Simulator trains locomotive engineers (Jan, 1966)

Things have progressed a bit since this.

Simulator trains locomotive engineers

Color movies on the windshield of a mock-up locomotive cab help British Railways train engineers to drive on a newly electrified line between London and Manchester. Simulated speeds up to 100 m.p.h, are controlled by hand throttle and brakes at the engineer’s side. The electronically operated cab, hung in a frame, is tilted by hydraulic jacks to show acceleration, braking, sway, and banking.

Taped sound effects include wheel-rail clicking, trolley splutter, brake roar and squeal, motor noise, cooling fans, and vacuum pumps. Volume increases when the locomotive “races” through stations and under bridges.



It took 11 years to get the new Colonial Skimmer Amphibian off the drawing boards into the sky.

IT TAKES more than a pair of wings to get a plane off the ground and the new Colonial Skimmer Amphibian is a perfect example of the complications that plague designers from the initial plans until the ship takes to the air.

Back in 1945 David Thurston, a young aeronautical engineer, put down on paper his idea for a small, two-place amphibian. The first step was to design a ship capable of operation from both land and water yet have the plans conform to CAA regulations.

New Stop Signal for Police Cars (May, 1932)

New Stop Signal for Police Cars

STATE police in Michigan have adopted a new departure in stop signals to supplant the familiar flashlight command when halting a motorist on the road.

The scheme makes use of a regulation automobile headlight mounted on the right front fender of the police car. The lens is lettered with command to “stop,” as shown in the photo. In operation the police car drives up beside the culprit motorist and switches on the signal, thus commanding by light.

Broadcasting from a Submarine (Mar, 1931)

Broadcasting from a Submarine

By William J. Harris

Millions of radio listeners recently experienced for the first time in history the vicarious thrill of diving in a submarine and cruising along the ocean floor when announcers, stationed before a mike placed aboard the Submarine 0-8, gave a word picture of the boat’s maneuvers. This amazing feat was made possible by use of short wave radio, which also provides a means for transmitting from airplanes, autos and trains.

Airplane Gun Fires Through Shaft (Jan, 1932)

Airplane Gun Fires Through Shaft

THIS new eight cylinder motor has only five major working parts. It has no crankshaft, no wrist pins, no piston skirts, and only two bearings; yet it will develop a higher horsepower at low speed than any motor of similar weight of the type now in use, its designers claim, and allow greater streamlining than the radial type.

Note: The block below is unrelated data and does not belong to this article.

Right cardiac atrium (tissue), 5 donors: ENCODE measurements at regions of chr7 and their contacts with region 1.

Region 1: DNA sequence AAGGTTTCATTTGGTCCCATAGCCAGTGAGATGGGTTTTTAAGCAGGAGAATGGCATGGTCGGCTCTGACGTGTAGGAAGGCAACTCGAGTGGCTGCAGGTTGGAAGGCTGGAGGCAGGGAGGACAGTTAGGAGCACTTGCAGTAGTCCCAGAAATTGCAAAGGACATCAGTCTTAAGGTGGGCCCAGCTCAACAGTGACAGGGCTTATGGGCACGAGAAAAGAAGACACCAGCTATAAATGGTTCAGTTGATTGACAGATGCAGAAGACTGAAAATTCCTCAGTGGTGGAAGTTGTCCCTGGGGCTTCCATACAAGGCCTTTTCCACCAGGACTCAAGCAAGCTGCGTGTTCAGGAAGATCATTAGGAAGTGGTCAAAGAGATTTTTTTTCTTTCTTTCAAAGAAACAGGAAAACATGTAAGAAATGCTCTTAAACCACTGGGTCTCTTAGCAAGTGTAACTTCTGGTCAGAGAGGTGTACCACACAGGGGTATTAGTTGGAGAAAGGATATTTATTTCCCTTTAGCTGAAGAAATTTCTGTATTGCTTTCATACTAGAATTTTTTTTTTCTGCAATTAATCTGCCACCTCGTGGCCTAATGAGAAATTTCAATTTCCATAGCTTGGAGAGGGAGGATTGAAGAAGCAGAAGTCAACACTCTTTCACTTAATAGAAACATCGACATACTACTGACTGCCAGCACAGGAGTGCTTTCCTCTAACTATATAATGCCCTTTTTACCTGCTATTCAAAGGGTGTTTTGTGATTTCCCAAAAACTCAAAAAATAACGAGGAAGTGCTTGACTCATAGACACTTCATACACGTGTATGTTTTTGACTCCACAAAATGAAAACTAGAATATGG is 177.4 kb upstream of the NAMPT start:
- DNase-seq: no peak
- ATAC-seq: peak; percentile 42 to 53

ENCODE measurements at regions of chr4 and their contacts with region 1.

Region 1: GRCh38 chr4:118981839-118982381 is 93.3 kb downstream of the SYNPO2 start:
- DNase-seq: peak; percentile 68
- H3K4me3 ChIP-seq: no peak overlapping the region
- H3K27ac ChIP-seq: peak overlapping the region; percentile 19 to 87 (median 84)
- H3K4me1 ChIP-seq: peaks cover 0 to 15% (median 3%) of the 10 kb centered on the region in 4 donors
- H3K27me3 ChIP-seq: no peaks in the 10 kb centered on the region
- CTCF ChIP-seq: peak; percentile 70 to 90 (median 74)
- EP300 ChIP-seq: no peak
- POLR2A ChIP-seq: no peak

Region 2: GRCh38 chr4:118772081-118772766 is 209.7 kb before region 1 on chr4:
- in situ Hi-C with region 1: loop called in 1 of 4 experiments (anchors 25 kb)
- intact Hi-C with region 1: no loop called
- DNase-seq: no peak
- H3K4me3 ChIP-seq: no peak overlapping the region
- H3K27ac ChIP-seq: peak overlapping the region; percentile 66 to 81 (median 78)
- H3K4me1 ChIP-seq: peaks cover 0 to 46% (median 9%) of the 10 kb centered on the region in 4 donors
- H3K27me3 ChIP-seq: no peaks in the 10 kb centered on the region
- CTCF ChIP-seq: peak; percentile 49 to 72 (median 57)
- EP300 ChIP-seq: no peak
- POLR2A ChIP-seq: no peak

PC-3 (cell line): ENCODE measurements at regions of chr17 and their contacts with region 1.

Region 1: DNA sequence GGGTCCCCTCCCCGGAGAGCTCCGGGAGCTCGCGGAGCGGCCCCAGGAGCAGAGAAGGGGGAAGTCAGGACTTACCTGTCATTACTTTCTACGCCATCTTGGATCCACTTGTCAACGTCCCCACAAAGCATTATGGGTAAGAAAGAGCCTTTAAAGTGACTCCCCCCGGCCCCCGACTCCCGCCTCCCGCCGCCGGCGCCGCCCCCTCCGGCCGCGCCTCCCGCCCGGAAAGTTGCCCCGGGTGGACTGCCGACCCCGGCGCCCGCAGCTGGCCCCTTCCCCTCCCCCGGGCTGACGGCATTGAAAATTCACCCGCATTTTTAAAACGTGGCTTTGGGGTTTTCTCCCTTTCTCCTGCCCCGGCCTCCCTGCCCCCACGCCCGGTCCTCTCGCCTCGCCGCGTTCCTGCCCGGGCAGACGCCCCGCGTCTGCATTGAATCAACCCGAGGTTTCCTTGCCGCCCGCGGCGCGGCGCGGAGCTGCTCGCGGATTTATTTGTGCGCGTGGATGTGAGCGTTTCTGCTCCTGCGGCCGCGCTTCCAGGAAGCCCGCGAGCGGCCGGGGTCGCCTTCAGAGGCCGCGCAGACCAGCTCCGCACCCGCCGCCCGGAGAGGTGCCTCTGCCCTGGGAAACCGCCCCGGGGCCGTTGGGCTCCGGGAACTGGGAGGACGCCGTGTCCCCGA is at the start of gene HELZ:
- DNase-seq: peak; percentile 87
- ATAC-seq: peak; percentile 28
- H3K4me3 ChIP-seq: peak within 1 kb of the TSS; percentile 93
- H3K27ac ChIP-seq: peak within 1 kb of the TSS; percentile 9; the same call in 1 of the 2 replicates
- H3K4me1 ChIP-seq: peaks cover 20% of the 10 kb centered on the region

VTO – Build a flying model of the most revolutionary of all aircraft — a plane that takes off vertically. (Nov, 1955)

The only prototype to fly is at the Florida Air Museum, Lakeland, FL.  Because the intended engine never arrived the plane never actually took off or landed vertically.  Takeoffs and landings were accomplished by attaching wheels for conventional takeoffs and landings although a few transitions were made in flight as well as one instance of bringing it to a hover.

VTO – Build a flying model of the most revolutionary of all aircraft — a plane that takes off vertically.

SOME ten years ago, the United States – Navy initiated a development program for a vertical take-off type of plane. Two aircraft of this new species were built, one by the Convair (Consolidated Vultee) designated XFY-1. The other, built by Lockheed Aircraft is designated XFV-1. A model of the latter is the one we are going to build. These planes are not helicopters or convertiplanes. However, they have attributes of both in their flight patterns.

Road Automat Saves Walk for Gas (Oct, 1930)

Road Automat Saves Walk for Gas

LATE hour motorists whose tanks run dry when they are out somewhere several miles from a filling station will find these new gas automats, shown in the photo below, which are being installed around Los Angeles as emergency stations, a great boon.

BIKE for TWO (May, 1950)


A comfortable tandem seat convenient for small “back seat drivers” can be attached to the luggage rack of your bicycle. The seat, which will be welcomed by every kid you know, is made of three layers. The first, which rests directly on the rack, is a piece of 1/4 in. felt padding.

He Makes Fish Out of People (Nov, 1956)

He Makes Fish Out of People

Ed Townsend’s how-to skin diving school teaches aquatic enthusiasts to explore the briny deep safely.

By Sam Schneider

EARLY in the fall of 1953 two men set off on a skin diving prowl of the coral reefs in the ocean of Hillsborough, a tiny community on the southeast coast of Florida. The younger of the pair, wearing a brand new “lung” he’d recently bought, dropped off their boat and never surfaced alive.

The tragedy made headlines in south Florida, a climatically natural stronghold of the increasingly popular aquatic activity. It also spurred 260-pound Edwin D. Townsend into the development of a unique business.

Flying Auto (Jun, 1946)

If you keep the original formatting, the first line is “Flying Auto kills two”. That would explain why it’s “not yet ready to be placed on the market”.

Popular Science did a much more comprehensive article on the car.  They at least mentioned the inventor’s name. It was designated as the Convair 116 which led to the Convair 118.

Flying Auto kills two birds with one stone. Minus the wing and tail structure it is an automobile; with them, it becomes a creditable flying machine. The two-passenger plane is still in the experimental state so far, and is not yet ready to be placed on the market.